If one livesin this state of mind forever, they will never get anything done and can neverbe productive. On the other hand, an authentic existence (productive existence)is an essential but temporary state of mind that eliminates the wideness of theworld and makes you feel pain such as anxiety and boredom. Although thesemoments are quite painful, they are extremely important because they force youto think of the value of life, remind you of death, and bring you back to your” true” self or consciousness. Additionally, there are two types of thoughtprocesses that human beings exercise: calculative and meditative thinking. Calculative thinking is the problem solving of math and science, whereasmeditative thinking is cultivating the openness by pondering creative impulseof art and humanities. Today, societies are shifting from meditative tocalculative thinking, which devalues meditative thinking and causes humans tolose their ability to ponder. In reality, optimal thinking is one where bothtypes of thinking are employed on a daily basis, but also having moremeditative thinking is better as it induces creativity.
According to Einstein, creativity is far more important than science or calculative thinking. He says,” creativity is seeing what others see and thinking what no one else has everthought”. To have the right perspective of life, onemust have the freedom to love life in order to be able to understand itsmeaning. Phenomenologically speaking, this is quite accurate because the mostmeaningful things in one’s life are those that oneself truly loves. Love cannotexist without freedom, thus, we are free creatures with the ability to lovelife and give it meaning.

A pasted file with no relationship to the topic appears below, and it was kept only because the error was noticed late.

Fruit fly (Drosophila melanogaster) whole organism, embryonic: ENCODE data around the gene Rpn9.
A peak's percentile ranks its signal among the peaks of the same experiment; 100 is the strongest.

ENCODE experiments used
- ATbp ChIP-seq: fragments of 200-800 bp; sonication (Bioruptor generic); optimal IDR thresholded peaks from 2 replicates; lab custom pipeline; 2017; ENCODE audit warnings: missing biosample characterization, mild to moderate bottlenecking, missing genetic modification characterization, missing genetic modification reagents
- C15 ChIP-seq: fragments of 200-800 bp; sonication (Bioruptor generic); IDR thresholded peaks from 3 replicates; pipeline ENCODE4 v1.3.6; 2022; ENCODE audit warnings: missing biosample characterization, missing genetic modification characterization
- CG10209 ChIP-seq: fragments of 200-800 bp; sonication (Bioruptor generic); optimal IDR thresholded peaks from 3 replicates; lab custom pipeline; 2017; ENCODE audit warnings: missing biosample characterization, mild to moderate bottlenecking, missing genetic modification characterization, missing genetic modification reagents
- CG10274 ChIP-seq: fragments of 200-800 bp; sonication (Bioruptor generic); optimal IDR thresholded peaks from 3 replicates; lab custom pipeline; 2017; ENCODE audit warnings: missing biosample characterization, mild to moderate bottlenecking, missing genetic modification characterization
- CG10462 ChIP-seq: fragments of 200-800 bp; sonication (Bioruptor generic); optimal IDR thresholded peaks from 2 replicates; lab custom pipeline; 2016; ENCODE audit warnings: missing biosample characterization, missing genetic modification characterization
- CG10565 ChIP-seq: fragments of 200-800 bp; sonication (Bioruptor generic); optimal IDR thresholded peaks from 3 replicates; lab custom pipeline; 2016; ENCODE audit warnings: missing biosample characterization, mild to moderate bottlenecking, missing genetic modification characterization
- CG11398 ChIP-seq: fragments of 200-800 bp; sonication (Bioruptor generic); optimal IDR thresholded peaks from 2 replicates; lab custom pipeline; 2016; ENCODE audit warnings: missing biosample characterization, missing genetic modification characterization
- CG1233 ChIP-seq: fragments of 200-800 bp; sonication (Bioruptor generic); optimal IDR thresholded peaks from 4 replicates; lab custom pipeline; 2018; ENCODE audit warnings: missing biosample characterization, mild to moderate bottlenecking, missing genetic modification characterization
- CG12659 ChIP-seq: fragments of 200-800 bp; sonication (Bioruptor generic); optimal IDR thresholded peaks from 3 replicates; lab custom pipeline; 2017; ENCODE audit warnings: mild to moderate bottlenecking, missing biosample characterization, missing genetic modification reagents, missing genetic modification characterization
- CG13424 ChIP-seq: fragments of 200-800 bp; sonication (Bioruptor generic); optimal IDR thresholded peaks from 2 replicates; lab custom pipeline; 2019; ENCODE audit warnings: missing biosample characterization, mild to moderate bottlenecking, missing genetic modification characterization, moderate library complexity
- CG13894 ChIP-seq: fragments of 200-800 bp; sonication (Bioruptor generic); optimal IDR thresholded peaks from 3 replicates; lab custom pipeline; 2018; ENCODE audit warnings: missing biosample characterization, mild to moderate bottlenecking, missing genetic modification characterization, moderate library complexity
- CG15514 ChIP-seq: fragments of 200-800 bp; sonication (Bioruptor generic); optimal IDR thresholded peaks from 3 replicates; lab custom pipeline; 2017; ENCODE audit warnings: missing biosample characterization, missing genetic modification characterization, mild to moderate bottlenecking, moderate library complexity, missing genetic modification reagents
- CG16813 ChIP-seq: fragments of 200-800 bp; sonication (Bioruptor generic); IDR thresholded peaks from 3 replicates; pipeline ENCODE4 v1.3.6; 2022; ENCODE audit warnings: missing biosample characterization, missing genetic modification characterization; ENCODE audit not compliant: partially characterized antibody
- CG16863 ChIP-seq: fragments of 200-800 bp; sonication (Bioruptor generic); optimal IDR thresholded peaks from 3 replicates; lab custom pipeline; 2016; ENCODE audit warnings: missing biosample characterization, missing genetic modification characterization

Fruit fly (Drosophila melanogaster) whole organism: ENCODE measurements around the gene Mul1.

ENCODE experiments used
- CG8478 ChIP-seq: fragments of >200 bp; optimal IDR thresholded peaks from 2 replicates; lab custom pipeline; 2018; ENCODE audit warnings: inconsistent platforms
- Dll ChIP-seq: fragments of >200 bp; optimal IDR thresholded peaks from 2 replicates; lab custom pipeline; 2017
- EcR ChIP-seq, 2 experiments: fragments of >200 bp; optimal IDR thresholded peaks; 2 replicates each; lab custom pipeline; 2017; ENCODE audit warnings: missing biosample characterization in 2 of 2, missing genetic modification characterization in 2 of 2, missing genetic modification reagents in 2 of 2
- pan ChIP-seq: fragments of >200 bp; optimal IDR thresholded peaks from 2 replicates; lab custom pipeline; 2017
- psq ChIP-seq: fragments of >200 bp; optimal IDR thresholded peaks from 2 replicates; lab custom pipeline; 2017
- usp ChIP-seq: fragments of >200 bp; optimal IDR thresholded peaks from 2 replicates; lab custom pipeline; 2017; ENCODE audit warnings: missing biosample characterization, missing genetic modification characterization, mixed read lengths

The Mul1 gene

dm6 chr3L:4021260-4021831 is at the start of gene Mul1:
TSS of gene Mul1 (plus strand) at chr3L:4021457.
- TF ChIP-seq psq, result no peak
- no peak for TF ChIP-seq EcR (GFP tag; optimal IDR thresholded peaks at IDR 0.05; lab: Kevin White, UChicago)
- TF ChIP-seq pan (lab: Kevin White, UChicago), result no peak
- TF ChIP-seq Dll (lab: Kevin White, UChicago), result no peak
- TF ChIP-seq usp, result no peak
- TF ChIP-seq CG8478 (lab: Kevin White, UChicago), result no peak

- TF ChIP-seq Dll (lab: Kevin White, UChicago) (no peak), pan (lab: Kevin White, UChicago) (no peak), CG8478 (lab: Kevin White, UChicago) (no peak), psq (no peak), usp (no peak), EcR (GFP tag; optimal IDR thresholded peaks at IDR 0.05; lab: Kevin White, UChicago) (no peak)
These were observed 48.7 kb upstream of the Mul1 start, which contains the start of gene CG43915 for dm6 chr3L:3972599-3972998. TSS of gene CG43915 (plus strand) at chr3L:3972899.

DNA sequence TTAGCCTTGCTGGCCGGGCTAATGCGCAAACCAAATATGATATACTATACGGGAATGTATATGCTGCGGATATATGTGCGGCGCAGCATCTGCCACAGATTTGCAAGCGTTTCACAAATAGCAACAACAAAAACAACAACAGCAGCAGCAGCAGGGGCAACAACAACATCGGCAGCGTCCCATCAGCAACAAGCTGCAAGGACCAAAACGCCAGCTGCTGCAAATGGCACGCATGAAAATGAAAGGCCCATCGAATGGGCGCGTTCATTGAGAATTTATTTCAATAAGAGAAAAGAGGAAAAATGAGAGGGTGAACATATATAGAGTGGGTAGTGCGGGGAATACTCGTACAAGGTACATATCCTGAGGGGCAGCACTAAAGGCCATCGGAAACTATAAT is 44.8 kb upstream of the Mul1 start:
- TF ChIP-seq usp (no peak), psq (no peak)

If you begin by analyzing the vast suffering andbrutality of life and trying to define its meaning later on, one will never beable to accept it because they already have the wrong perspective by assumingthat life is meaningless and without love. The answer of why there is evil inthe world is not to be found in the metaphysical response to theodicy, orrational argumentations of justifying evil, but in ourselves. In fact, sincethe divine resides inside each one of us, the burden of evil is on us to be thechange we want to see in the world. Our mission in life is to love and blesslife and to get other people to do it with us and that is what will make ushappy, but also vulnerable to suffering because love is non-being; dependenceon the changeability of love is weakness. Unfortunately, we can never overcomethe problem of evil. The purpose of religion was never to answer why evilexists and to explain it away, but to help people manage and cope withsuffering and loss, combat evil, grieve with others for their suffering, findjoy in life even when things go south, and to live a superior life bound to apurpose. In order to feel love and happiness, weshall contemplate and appreciate the glory of the world around us and observeGod in every aspect of it. In other words, we should direct our attentiontowards the saturated phenomenon of life surrounding us in order to be able tosee it and thus see God everywhere.
A moment of meditative contemplation is amoment of “ paradise”, where one feels forgiven, joyous, and content. JohnChrysostom says, “ but what do I care about heaven when I myself have becomeheaven”. In this case, Chrysostom is saying that if one becomes the embodimentof love of one’s enemies, radical forgiveness of others, cancellation of debts, humility, and treating others how one wants to be treated then one will besaved and thus becomes “ alive”.
Instead of us trying to get to heaven, weshould bring heaven down to earth and embrace our own reality and live, not inthe past or future, but in the “ now”, or the life before death. In fact, onecould be denied access to heaven and live in hell instead by not being able tofind love in anything, and thus cannot find meaning in anything either. In conclusion, we should become lovingpeople only for the sake of goodness itself, and not to “ buy the ticket to thenext life”. In everyday, we should discipline ourselves to combat the natural” default” setting that only makes us the center of the universe and all thatmatters and everybody else is just “ in our way”. Not until we become more openand understanding to people and their perspectives and realize that everybodyis fighting a battle that we know nothing about do we begin to understandourselves and find meaning in others. By cultivating a different perspective, life not only becomes less miserable, but also opens you up and makes you morevulnerable.
This vulnerability of love connects you to something far more realand makes your meaningless life quite meaningful. We should become love. Weshould become Gods.